Tactics For Catching Big Northern Pike
All about fishing for northern pike in local waters, with lakes listed by state. These toothy critters can grow to over 50 pounds, and put up a very admirable fight. Choose a state to find lakes offering these species.
Northern Pike Introduction
This northern pike video was recorded in the fall on Lake Champlain showing the fight these toothy critters put up. Below this video, there's a complete listing of other northern pike fishing videos you might enjoy. Visit often as we are continually adding new videos to help you catch more pike
Given the option, northern pike hang around shallow weedy areas where they can ambush prey. In lakes without vegetation they follow schools of baitfish and/or sunfish, in and out of the shallows. Pike are cruisers whether they are around cover or in open water. If you are not getting bit right away, move on and try another area until you find them. They are voracious feeders and will eat anything they can catch. If you can locate them, and get their attention, you're likely to get hooked up. Northerns are cousins of muskie, and the hybrid of these are called tiger muskies.
Northern Pike Fishing On The Fox River.
Watch several nice northern pike get hooked and landed during this northern pike trip to Fox River.
Begin your search by fishing shallow and focusing on weeds if they exist. Topwater lures allow you to cover a lot of water quickly, and will attract active fish. If they won't hit topwater lures, go to spinners, spinnerbaits, shallow crankbaits or swimbaits. Keep moving and switch up lures until you find the right area and the most effective lures.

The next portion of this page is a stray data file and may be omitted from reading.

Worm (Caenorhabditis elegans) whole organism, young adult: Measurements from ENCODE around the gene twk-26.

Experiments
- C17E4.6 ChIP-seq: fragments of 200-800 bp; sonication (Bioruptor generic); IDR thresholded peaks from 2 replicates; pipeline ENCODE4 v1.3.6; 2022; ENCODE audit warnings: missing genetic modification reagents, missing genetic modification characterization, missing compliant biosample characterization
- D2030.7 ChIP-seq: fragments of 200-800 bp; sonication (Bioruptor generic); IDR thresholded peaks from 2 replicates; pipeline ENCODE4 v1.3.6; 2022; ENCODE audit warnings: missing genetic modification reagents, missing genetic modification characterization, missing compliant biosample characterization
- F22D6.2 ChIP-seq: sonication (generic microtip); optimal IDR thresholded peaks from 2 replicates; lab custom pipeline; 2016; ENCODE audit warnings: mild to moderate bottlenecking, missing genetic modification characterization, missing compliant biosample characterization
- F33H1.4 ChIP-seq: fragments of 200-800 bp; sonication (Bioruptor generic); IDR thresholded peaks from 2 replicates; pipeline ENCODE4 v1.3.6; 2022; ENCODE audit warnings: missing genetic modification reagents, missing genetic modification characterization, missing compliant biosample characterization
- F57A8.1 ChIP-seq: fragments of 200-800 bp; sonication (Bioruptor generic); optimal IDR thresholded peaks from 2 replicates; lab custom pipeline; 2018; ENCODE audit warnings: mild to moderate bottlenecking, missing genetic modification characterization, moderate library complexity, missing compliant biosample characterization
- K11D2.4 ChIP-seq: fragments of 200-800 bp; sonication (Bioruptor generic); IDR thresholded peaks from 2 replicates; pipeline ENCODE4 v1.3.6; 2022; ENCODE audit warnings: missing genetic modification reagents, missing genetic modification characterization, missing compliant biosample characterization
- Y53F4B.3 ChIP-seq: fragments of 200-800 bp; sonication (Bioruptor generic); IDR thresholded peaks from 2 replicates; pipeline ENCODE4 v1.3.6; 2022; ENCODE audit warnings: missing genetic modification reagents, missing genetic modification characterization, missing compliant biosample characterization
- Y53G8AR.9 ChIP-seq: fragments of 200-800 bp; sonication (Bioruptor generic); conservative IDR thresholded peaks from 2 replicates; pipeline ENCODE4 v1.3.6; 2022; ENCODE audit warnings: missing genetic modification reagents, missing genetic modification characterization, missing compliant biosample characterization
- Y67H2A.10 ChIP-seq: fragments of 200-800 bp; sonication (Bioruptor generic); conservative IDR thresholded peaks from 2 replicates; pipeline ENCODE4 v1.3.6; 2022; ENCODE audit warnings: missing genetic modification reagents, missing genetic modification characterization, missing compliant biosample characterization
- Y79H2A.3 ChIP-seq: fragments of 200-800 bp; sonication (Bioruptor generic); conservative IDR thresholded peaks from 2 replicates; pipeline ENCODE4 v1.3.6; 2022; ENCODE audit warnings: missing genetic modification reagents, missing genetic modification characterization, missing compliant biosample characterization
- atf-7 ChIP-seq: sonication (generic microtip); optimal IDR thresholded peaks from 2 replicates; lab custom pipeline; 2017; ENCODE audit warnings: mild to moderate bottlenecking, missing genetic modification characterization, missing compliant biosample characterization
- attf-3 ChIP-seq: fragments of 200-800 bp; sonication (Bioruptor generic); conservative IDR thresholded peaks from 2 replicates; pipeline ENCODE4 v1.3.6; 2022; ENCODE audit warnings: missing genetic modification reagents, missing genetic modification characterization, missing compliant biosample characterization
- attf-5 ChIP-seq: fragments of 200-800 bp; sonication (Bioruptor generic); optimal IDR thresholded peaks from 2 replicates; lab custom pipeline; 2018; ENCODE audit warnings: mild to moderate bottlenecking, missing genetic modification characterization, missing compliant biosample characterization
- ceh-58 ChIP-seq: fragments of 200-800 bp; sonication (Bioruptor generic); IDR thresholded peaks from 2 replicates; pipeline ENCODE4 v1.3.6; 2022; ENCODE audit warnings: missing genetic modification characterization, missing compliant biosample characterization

Focus your attention just outside weedy or shallow feeding areas. Crankbaits, jerkbaits, swimbaits or casting spoons are good choices here. You may have to slow down the presentation if the fish are not aggressive.
Begin your search in the deeper water, nearby shallow feeding areas. Experiment with depth until you locate willing participants. A fish finder can be very helpful here. Flutter spoons, deep diving crankbaits and bait (live bait where allowed) are good options.
Anytime the fish move deeper than 8 or 10 feet, trolling is a good option. Boat speeds of 2 mph to nearly 3 mph seem to be most effective, and can vary with lure choice and rigging method. When northerns move deep they can hang out in waters 40 or 50 feet deep, sometimes deeper. Identifying the depth can be made easier by trolling, as the depth of the lures can be controlled. Experiment until you identify the best depth range. Planer boards, downriggers and leaded line are options for deep trolling. Crankbaits, jerkbaits, deep divers, spoons and spinners can all be effective when trolling. Adding minnows, worms or cut bait can enhance your chance of getting bit, especially on slow days.
Ice fishing for northern pike is popular during winter on lakes that freeze over. It can also produce thrilling moments coaxing the big ones up through a hole in the ice.
Northern Pike Ice Fishing Basics.
Catch big northern pike through the ice for great winter-time fishing fun. Get the basics for the proper equipment and techniques.
Proven fishing lures for northern pike. Use bright colors and create lots of commotion. Check out a list of the top, proven northern pike lures. Wire leaders are a must as these pike have very sharp teeth.
Also known as jack, jackfish, great northern pike and pickerel. Ideal water temperature: 58° to 70°
IFGA record: 55 pounds, 1 ounce
Be cautious when handling northern pike as they are all muscle with extremely sharp teeth.
Fishing for northern pike, by state.